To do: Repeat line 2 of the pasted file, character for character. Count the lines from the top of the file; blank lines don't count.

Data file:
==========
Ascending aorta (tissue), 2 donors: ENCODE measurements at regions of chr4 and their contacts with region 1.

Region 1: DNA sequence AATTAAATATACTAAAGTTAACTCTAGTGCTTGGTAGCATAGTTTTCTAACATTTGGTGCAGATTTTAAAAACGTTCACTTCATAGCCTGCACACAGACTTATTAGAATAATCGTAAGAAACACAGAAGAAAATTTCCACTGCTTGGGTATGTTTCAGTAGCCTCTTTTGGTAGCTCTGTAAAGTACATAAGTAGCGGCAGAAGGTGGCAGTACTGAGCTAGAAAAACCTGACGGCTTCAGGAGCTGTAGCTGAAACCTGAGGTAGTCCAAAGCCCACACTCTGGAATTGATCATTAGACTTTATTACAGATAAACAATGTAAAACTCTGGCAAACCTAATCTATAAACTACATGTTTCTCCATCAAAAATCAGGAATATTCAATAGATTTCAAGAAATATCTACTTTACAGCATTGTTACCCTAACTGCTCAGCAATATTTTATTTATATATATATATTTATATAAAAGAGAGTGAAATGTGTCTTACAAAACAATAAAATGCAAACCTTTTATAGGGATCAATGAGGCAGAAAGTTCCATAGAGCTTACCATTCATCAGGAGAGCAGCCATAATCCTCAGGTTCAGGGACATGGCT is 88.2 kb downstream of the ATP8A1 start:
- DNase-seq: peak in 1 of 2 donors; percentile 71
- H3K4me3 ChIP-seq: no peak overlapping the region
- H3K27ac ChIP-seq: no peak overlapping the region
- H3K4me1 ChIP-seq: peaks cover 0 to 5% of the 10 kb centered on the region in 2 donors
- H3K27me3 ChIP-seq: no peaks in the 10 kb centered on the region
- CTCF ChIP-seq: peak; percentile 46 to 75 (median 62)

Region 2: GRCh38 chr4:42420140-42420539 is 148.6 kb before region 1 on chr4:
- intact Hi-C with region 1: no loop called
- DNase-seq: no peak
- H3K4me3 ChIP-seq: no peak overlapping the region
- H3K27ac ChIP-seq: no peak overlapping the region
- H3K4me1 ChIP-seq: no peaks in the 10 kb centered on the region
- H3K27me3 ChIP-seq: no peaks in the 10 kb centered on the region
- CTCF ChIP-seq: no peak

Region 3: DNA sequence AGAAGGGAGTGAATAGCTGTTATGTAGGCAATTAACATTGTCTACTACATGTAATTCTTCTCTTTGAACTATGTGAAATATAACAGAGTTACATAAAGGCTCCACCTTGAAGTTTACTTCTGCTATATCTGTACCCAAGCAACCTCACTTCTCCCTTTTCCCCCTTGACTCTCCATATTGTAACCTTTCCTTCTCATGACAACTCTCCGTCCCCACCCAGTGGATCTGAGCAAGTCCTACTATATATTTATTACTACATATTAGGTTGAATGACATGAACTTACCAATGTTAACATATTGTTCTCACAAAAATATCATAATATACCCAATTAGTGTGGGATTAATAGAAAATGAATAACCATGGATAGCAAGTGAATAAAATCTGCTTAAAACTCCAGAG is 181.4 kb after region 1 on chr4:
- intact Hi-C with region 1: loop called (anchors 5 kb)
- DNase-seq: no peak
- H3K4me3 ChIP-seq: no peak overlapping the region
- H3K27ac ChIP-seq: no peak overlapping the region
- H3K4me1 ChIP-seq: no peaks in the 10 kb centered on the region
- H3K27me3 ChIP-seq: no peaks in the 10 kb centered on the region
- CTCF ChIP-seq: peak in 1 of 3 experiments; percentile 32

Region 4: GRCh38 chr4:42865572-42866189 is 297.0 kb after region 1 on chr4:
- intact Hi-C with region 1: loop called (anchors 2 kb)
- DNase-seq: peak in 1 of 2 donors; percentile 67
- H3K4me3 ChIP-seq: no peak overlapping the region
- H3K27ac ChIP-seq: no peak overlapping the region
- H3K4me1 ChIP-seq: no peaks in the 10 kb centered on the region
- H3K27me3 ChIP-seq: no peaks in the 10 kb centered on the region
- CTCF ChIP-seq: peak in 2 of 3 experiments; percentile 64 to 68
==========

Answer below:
Region 1: DNA sequence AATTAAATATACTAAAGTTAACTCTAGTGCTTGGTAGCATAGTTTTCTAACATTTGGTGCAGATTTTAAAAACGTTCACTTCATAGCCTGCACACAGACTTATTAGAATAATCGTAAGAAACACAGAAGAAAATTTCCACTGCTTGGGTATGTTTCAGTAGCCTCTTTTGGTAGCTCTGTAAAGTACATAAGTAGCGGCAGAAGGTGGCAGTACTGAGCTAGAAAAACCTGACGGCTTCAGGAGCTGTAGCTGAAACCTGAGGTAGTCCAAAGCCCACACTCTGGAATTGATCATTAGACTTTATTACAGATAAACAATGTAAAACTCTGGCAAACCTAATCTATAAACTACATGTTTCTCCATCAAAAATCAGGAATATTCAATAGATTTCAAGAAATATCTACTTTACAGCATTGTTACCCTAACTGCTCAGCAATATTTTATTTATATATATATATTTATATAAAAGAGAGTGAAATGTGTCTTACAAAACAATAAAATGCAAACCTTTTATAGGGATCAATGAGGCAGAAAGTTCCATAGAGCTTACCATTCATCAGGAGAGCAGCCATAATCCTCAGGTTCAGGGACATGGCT is 88.2 kb downstream of the ATP8A1 start: